Toronto Going Condo Crazy or Just Plain Crazy
Young urbanites who want to own property have two choices. The first is to scour Toronto neighbourhoods for neglected houses that may prove to be financial albatrosses in need of repairs and renovations. The second choice is the condo. Or at least that’s what Toronto Life would have you believe.
February’s issue (not online yet) touts the rise of the Condo Generation, 20 and 30-somethings that have decided to buy condos as starter homes, choosing 700 sq feet several stories up to a roach infested, barely standing house. The editors also engage in a little real-estate boosterism about how Toronto’s condo boom can only go upward. (“Why the condo market is crashproof” touts the cover)
Torontoist is a little more guarded about condos. For one, we’re glad that people are choosing to live downtown instead of making the choice to fuel yet another subdivision development out in the 905 and add to the gridlock on the 400-series of highways. But we’re worried when condo developers choose to sell buildings that don’t take neighbourhood considerations into account; buildings that are too tall, severely impact traffic flows and change the very character of neighbourhoods themselves.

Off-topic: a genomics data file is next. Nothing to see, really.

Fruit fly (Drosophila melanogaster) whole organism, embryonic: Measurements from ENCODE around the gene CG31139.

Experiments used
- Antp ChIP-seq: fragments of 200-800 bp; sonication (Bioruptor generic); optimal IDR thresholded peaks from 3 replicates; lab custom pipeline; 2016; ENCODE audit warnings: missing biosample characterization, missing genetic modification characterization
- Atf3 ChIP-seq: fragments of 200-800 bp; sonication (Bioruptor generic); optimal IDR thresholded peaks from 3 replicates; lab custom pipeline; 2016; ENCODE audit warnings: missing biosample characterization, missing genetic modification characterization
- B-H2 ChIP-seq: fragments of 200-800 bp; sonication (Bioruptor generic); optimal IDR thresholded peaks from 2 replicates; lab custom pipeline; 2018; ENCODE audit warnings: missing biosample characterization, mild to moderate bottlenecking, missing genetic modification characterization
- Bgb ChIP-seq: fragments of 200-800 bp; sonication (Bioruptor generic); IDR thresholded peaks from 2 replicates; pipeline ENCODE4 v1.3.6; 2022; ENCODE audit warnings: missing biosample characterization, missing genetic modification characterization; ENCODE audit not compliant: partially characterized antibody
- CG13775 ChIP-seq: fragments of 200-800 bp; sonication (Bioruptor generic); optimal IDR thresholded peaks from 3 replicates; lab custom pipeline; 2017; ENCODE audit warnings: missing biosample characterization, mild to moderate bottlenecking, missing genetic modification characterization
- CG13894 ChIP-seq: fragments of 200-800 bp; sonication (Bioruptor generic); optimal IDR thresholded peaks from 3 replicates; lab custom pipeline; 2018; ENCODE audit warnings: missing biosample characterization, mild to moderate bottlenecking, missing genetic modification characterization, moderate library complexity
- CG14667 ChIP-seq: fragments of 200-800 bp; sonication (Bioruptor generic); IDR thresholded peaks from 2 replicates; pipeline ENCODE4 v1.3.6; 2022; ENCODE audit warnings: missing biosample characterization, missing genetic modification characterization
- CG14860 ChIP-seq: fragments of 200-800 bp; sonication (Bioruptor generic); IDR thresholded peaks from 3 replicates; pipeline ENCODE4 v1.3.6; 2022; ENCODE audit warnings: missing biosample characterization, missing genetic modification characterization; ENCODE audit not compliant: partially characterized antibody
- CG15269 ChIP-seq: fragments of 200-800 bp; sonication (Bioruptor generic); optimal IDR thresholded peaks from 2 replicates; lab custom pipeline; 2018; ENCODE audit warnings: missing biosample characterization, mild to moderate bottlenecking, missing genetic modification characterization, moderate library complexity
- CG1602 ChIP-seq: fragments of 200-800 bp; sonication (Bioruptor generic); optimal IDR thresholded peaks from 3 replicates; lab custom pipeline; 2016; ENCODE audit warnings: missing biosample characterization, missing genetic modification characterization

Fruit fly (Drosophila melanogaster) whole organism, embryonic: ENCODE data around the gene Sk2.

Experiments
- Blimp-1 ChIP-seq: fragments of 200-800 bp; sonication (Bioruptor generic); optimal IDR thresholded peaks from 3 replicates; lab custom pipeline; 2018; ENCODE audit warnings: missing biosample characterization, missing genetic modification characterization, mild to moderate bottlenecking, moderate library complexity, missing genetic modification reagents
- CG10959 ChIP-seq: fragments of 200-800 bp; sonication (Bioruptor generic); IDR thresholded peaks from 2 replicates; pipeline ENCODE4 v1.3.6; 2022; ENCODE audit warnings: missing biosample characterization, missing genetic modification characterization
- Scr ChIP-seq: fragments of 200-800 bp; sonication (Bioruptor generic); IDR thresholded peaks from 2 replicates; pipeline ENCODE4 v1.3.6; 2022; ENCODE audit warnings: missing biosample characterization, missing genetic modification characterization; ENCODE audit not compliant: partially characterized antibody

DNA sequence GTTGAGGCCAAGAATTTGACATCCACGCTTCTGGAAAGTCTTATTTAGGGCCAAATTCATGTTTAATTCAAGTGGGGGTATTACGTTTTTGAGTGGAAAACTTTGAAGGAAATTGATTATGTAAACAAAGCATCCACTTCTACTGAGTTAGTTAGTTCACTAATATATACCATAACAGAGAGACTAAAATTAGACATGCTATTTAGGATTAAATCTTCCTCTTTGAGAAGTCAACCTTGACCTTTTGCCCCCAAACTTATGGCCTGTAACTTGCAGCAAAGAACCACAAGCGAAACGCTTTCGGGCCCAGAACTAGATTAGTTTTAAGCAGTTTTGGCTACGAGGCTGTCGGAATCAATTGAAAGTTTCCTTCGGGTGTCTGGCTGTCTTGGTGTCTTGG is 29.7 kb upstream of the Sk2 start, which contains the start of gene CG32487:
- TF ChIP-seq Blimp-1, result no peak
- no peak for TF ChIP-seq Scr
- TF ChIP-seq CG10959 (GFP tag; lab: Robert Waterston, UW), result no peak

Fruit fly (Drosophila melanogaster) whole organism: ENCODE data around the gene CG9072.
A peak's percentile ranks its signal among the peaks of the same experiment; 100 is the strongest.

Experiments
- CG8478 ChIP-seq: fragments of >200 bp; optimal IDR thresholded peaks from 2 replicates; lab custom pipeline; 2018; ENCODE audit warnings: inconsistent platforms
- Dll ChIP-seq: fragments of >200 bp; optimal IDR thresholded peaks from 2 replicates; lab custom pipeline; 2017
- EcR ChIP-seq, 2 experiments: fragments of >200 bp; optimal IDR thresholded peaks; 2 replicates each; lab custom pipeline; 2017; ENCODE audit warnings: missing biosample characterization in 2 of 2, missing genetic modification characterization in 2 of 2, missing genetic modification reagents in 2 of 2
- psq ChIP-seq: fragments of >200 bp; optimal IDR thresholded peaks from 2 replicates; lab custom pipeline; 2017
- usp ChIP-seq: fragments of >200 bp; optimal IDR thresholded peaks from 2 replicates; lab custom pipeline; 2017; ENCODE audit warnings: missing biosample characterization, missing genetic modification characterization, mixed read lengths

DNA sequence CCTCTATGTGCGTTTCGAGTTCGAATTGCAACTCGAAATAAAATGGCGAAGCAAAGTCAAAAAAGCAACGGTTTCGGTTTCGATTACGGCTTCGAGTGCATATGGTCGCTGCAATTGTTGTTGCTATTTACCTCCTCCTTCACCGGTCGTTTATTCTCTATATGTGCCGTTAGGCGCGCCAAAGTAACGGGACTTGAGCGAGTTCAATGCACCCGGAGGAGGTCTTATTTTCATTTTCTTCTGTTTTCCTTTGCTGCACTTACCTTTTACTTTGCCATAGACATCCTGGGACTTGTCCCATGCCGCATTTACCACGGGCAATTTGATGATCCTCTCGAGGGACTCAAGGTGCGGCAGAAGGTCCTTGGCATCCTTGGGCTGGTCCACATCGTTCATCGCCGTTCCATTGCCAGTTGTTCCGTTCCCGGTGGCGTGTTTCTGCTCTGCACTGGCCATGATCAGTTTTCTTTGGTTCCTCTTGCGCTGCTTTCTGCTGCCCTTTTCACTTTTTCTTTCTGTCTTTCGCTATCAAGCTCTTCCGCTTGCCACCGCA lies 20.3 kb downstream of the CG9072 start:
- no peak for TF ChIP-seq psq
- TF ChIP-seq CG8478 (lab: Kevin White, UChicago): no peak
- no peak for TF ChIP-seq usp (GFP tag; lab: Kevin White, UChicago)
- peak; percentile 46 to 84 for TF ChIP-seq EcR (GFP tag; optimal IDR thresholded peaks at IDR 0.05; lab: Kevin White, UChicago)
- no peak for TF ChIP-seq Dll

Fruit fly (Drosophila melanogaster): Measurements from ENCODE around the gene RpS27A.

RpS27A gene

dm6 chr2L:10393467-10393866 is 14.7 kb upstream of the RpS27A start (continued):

Dale Duncan, in the first of a series of articles on Toronto’s future in eye Weekly, writes about the careful dance between developers, the city and resident’s groups. Hopefully with the Ontario Municipal Board reined in a little and resident’s associations not lying down when developers come to their ‘hood (witness the seemingly one-sided fight between the ROM towers and the Annex Resident’s Association), Torontoist won’t just see lots of condos that tower over their new neighbours but buildings that’ll actually add to their areas and the city as a whole.